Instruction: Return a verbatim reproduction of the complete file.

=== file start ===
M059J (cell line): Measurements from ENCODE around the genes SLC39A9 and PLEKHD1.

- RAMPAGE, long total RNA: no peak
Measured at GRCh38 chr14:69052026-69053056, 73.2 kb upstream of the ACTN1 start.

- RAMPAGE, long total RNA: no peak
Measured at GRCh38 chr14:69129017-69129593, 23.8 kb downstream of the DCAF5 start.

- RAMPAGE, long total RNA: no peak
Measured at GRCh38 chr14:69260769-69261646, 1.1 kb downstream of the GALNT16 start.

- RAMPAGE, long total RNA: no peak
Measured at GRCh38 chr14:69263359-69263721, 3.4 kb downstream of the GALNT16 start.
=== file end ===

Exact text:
M059J (cell line): Measurements from ENCODE around the genes SLC39A9 and PLEKHD1.

- RAMPAGE, long total RNA: no peak
Measured at GRCh38 chr14:69052026-69053056, 73.2 kb upstream of the ACTN1 start.

- RAMPAGE, long total RNA: no peak
Measured at GRCh38 chr14:69129017-69129593, 23.8 kb downstream of the DCAF5 start.

- RAMPAGE, long total RNA: no peak
Measured at GRCh38 chr14:69260769-69261646, 1.1 kb downstream of the GALNT16 start.

- RAMPAGE, long total RNA: no peak
Measured at GRCh38 chr14:69263359-69263721, 3.4 kb downstream of the GALNT16 start.